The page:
this tour life

The right tools for the job: Workbox essentials.

June 24, 2015
by

Choosing what to pack in a small workbox before you leave for a gig can be a little stressful at times. This is especially true if you are just starting out,  working for a new client, or you have lined up some one-offs. You may not always know exactly what you are in for until you actually get to the gig. Being able to do a lot with a little can make you that much more valuable – be the go to person who is always prepared.

you should take into consideration a few possible scenarios.

You may find you are the only tech for an entire band…

You might have been told that you just need to focus on one player since the other players are expected to take care of themselves.

In theory this may work for some players/bands or “hired guns” just fine but when the show starts and something goes wrong – ‘all bets are off’.

You may have been hired under the notion that you are there to do one specific job but it is best to be ready for any unconventional circumstances that may arise.

You conceivably will find that on most gigs you are a part of a team and should be prepared to jump in and help with a multitude of situations. Being prepared is your ultimate asset.

Plenty of times you will need to fly into a gig with your own personal workbox.

Since you will need tools in this package you will most likely need to check it in. Due to baggage handler limits, which differ around the world, you’ll want to make sure your loaded workbox is under 50 lbs.

   → A “small” hand carry workbox is preferable

A tabletop guitar tech box is just right for essentials

→ You could also use a pelican 1510

Even a classic hand carry tool bag will do the job

organize

Keeping your workbox organized is just about as important as having the right tools. If you can’t find what you need quickly you might as well not look for it a lot of the time. Before you start filling your workbox up, come up with an organizational strategy.

Zip up bank pouches or microphone bags can be a good way to separate workbox contents into “departments”

one for screw drivers, one for a soldering kit, one for small parts etc…

what to pack.

Now that you’ve sorted out what to carry your tools in, you’re going to need to fill it up. There are tons of things that may come in handy but if you do not have the luxury of a large tech box you will need to be selective. Knowing how to do a lot with a little goes a really long ways in this business. There are things that will be must-haves so that you can deal with whatever comes your way. Break it down to survival mode style. Be ready for the gig by looking at the big picture.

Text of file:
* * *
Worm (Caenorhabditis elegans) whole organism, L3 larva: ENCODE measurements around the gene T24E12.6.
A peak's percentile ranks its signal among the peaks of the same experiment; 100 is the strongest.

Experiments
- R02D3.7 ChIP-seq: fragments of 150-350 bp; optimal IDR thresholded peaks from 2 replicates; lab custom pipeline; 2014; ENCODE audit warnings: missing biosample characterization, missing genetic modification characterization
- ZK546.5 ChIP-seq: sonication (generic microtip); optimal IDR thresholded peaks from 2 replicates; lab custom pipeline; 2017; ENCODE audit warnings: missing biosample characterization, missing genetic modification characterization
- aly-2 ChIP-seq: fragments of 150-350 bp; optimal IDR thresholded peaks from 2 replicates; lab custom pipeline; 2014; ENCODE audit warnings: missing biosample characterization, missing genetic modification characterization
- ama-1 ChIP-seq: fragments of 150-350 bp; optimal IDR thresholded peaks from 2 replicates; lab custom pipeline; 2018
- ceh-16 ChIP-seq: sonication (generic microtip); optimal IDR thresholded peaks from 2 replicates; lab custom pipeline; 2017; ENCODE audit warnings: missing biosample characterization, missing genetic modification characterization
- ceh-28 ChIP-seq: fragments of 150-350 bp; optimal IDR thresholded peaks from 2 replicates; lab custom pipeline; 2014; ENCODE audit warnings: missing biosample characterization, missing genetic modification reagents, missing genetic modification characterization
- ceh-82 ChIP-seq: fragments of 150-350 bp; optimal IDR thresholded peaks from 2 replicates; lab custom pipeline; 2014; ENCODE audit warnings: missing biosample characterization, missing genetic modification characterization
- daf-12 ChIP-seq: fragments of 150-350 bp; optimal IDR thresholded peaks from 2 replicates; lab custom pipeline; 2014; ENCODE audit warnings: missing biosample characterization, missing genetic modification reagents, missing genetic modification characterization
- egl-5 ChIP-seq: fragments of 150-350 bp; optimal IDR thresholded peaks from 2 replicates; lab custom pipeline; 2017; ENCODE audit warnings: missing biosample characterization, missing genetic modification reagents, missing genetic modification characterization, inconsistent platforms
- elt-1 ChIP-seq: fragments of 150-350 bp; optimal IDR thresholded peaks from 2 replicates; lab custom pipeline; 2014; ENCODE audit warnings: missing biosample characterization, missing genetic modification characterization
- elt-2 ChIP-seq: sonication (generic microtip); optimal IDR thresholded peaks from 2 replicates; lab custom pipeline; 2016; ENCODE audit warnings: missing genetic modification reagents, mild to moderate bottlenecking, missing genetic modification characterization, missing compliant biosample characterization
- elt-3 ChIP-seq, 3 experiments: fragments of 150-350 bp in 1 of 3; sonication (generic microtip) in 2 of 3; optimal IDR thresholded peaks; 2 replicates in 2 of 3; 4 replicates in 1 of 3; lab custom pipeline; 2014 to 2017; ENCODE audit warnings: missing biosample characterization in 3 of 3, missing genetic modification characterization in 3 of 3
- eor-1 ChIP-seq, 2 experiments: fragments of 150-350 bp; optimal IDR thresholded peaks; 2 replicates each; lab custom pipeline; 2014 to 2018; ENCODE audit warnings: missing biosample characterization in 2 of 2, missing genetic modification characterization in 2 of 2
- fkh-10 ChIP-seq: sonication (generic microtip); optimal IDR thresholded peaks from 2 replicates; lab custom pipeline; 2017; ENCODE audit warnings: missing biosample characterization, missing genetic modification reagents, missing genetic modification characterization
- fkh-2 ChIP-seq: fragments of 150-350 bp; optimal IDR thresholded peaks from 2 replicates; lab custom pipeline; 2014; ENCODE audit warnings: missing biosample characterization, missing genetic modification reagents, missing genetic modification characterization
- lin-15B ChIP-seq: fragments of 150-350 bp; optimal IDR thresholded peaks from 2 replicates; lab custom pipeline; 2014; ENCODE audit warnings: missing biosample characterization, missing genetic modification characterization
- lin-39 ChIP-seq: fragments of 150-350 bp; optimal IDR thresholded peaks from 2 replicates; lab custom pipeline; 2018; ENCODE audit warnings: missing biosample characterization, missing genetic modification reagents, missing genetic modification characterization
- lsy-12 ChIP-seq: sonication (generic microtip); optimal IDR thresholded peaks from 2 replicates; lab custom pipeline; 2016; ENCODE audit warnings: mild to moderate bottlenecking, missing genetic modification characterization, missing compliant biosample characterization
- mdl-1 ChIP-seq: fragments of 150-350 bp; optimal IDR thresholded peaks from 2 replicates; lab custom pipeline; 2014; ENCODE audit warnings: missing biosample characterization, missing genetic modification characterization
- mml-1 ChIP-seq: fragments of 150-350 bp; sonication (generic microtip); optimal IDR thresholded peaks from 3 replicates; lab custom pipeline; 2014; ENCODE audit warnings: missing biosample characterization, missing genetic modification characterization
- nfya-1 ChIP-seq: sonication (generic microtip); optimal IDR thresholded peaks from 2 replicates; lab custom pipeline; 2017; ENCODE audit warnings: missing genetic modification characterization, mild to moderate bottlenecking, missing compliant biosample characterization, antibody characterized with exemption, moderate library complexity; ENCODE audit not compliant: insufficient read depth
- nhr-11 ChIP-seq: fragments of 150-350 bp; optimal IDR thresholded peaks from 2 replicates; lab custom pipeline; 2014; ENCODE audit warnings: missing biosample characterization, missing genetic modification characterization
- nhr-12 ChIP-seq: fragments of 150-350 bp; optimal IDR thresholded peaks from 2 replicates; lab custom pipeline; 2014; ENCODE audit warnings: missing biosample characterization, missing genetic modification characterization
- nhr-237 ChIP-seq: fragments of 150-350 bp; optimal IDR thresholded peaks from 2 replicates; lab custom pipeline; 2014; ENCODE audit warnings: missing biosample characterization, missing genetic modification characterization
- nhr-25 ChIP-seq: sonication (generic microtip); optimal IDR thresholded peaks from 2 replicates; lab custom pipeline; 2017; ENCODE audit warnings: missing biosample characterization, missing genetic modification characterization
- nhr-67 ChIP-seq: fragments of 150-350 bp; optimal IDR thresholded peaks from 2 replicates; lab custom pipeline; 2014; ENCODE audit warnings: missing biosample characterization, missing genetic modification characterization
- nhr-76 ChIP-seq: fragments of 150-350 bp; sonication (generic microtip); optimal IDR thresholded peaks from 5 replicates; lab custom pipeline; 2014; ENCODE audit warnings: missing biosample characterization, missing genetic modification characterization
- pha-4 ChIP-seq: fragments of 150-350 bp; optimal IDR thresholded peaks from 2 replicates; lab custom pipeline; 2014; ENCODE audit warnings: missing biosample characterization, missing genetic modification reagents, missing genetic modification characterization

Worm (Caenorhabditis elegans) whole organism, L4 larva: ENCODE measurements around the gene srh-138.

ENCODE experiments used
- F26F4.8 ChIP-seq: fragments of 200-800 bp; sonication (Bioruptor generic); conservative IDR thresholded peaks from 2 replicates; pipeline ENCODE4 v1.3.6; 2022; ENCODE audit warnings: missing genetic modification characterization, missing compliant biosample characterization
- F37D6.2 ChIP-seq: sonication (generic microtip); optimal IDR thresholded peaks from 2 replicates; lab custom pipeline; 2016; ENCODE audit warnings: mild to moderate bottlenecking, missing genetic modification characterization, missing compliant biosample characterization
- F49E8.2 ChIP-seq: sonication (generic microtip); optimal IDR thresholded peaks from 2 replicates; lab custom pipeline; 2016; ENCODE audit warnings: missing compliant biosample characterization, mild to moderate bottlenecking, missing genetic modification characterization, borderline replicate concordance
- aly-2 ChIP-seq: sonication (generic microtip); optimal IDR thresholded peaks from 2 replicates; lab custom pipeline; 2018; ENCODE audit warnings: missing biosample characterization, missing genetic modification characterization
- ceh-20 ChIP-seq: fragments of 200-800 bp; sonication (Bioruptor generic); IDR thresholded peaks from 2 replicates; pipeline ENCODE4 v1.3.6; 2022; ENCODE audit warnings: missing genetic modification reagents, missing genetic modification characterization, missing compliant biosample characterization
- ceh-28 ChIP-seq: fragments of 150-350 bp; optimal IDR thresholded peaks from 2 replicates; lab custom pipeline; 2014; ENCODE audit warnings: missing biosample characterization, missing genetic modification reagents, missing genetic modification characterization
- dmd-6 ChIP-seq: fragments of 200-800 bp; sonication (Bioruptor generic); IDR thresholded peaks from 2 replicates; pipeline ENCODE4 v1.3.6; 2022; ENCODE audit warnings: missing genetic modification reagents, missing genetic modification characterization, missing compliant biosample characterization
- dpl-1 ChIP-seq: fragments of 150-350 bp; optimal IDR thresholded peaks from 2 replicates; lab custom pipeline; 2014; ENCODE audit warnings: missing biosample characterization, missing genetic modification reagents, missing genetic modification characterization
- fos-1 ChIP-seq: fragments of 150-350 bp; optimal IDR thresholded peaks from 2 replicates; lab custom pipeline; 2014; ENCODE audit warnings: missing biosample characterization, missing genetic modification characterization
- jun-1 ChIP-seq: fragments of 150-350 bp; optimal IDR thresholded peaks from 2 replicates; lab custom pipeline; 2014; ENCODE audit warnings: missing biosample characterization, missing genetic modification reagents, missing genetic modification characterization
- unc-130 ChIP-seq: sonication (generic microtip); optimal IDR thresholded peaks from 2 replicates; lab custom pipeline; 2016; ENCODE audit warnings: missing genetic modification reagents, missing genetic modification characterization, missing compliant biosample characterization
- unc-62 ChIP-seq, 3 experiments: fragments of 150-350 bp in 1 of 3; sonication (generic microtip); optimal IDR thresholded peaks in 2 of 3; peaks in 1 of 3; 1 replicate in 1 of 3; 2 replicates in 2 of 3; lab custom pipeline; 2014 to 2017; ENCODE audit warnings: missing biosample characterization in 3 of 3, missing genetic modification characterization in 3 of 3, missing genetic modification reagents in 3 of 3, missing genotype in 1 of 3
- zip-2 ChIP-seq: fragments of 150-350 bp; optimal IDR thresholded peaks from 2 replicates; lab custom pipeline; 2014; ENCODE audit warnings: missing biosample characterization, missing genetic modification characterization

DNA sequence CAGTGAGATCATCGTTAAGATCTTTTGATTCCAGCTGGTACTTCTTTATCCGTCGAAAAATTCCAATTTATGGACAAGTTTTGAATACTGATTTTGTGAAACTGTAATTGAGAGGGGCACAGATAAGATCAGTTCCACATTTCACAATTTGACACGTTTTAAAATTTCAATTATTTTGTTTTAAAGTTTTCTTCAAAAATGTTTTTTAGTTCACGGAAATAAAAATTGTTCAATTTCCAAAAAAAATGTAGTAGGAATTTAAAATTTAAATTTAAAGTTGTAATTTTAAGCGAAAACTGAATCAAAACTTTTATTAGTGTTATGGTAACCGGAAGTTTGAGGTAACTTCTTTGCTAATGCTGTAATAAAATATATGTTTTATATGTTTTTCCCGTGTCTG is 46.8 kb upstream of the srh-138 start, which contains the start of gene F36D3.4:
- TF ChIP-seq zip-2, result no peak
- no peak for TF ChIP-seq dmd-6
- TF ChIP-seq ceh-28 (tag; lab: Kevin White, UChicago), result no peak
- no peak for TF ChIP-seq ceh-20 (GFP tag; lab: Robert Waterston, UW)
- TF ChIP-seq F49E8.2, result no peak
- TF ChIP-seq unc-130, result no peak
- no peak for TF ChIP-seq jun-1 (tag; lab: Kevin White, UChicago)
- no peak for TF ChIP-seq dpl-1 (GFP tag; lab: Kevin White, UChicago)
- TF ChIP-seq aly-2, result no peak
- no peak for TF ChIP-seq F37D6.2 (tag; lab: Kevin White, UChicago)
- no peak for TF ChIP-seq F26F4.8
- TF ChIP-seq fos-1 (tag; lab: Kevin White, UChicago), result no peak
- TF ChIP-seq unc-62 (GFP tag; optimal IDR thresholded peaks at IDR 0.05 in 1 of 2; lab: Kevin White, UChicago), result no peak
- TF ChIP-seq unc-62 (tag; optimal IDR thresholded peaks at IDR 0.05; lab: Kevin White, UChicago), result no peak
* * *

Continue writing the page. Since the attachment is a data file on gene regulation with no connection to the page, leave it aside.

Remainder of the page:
here is a list that can serve as the baseline for a tech box

– screwdrivers

 large 4-in-1

  small 2-in-1

 precision set

– quick adjust wrench

robo grip wrench (good for multiple situations)

– needle nose pliers

– wire cutters

– wire stripper

– allen keys

– small soldering kit w/ solder

→ and the knowledge to use it 

– super glue

– multimeter

→ and the knowledge to use it 

multi tool

– measuring tape

– pocket knife

– electrical tape

– gaff tape

a half used up roll will weigh less and take up less space

– ground lifts

– flashlight aka torch

– head light

– clip light

– zip ties

– scissors

– lighter

– pencil/pens

– sharpies

 assortment of colors

– ear plugs

– spare phone charger

– small notebook

– toothbrush

– bottle opener

– work gloves

– pain reliever

 

Keep in mind that titles are sometimes used loosely, think about the responsibilities of closely related positions and what you can bring that may be helpful.

if you are hired as a FOH engineer for some club dates, you may be expected to help troubleshoot a problem with the monitors even though they may not be your responsiblity.

-OR-

→ If you are hired as a “guitar tech” you may be expected to help with ALL of the players and not just the guitarist. Some people use the term “guitar tech” and they really mean “backline tech who pays extra attention to the guitars.”

here is an example list of additions a well prepared backline tech should consider

– chromatic tuner

– secondary/backup tuner

→todays smart phones are capable of many things, you can use an iRig and a tuner app in a pinch.

– neck stand

– drumsticks

drum keys

– always have more than one.

– moongel

– kick drum beater pad

– string winder

– wire cutters

– truss rod sockets

– cleaning cloth

– assorted screws, nuts, bolts

– glue

wood

with limited space you can transfer the glue to a smaller container than it comes in.

super

Applicator pipettes

accelerator

– barrel connectors (1/4″, midi, RCA)

– short cables assortment

– fuze assortment

– nut lubricant

– drum felts/washers/wing nuts/lugs

– HH clutch

– guitar strap

– paint brush (clean)

– electronic spray clean

– headphones/ in ears monitors

– small hand drill ( if it fits)

– mini amp (cigarette amp)

→a smartphone can help in a pinch, with an iRig and an amp emulator app you can use headphones to listen to whats happening.

– metal files

– feeler gauges

– batteries assortment

– 9v power supply

– Velcro

– Banana plug

– Female 1/8″ stereo to 1/4″ male  (headphone adapter)

– two – 1/4″ female to RCA adapter – DJ gear

– string winder

– Guitar picks

– Capo

– Rack screws

– A/B/Y selector

– Tweezers

– Edison (flat pin) female to schuko (round pin) male converter if USA tech, opposite for European tech.

– Flat tooth picks (shims for screw holes)

– Neutrik to 1/4″ female converter (NA4LJX Adapter)

– midi to usb adaptor

you can use this to backup and restore many keyboards, drum electronics and guitar effects.

– usb sticks

you can back up many different keyboards and drum electronics via a usb memory stick.

 

 What’s in your work box?

#workboxwednesday #thistourlife





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